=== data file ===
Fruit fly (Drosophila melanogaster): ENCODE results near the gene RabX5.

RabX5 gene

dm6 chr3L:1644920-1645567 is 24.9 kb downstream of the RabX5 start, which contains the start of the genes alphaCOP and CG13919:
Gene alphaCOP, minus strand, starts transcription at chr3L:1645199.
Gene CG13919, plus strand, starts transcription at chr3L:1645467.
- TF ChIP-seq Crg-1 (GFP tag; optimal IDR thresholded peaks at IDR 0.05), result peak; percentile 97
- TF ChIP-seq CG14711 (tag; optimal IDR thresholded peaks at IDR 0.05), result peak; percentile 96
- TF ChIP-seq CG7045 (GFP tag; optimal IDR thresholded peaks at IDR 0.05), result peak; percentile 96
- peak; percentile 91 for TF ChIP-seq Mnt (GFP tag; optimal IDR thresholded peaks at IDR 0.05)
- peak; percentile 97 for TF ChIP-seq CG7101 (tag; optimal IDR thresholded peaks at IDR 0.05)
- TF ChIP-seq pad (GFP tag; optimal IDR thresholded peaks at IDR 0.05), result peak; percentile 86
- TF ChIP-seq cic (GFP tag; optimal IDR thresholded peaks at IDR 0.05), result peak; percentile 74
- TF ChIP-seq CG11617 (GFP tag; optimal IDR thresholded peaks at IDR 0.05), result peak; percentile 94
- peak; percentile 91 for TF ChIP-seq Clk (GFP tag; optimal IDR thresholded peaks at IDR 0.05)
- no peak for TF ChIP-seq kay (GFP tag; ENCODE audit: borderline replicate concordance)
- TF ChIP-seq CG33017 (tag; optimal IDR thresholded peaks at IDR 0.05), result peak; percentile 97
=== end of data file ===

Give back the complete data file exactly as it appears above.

Fruit fly (Drosophila melanogaster): ENCODE results near the gene RabX5.

RabX5 gene

dm6 chr3L:1644920-1645567 is 24.9 kb downstream of the RabX5 start, which contains the start of the genes alphaCOP and CG13919:
Gene alphaCOP, minus strand, starts transcription at chr3L:1645199.
Gene CG13919, plus strand, starts transcription at chr3L:1645467.
- TF ChIP-seq Crg-1 (GFP tag; optimal IDR thresholded peaks at IDR 0.05), result peak; percentile 97
- TF ChIP-seq CG14711 (tag; optimal IDR thresholded peaks at IDR 0.05), result peak; percentile 96
- TF ChIP-seq CG7045 (GFP tag; optimal IDR thresholded peaks at IDR 0.05), result peak; percentile 96
- peak; percentile 91 for TF ChIP-seq Mnt (GFP tag; optimal IDR thresholded peaks at IDR 0.05)
- peak; percentile 97 for TF ChIP-seq CG7101 (tag; optimal IDR thresholded peaks at IDR 0.05)
- TF ChIP-seq pad (GFP tag; optimal IDR thresholded peaks at IDR 0.05), result peak; percentile 86
- TF ChIP-seq cic (GFP tag; optimal IDR thresholded peaks at IDR 0.05), result peak; percentile 74
- TF ChIP-seq CG11617 (GFP tag; optimal IDR thresholded peaks at IDR 0.05), result peak; percentile 94
- peak; percentile 91 for TF ChIP-seq Clk (GFP tag; optimal IDR thresholded peaks at IDR 0.05)
- no peak for TF ChIP-seq kay (GFP tag; ENCODE audit: borderline replicate concordance)
- TF ChIP-seq CG33017 (tag; optimal IDR thresholded peaks at IDR 0.05), result peak; percentile 97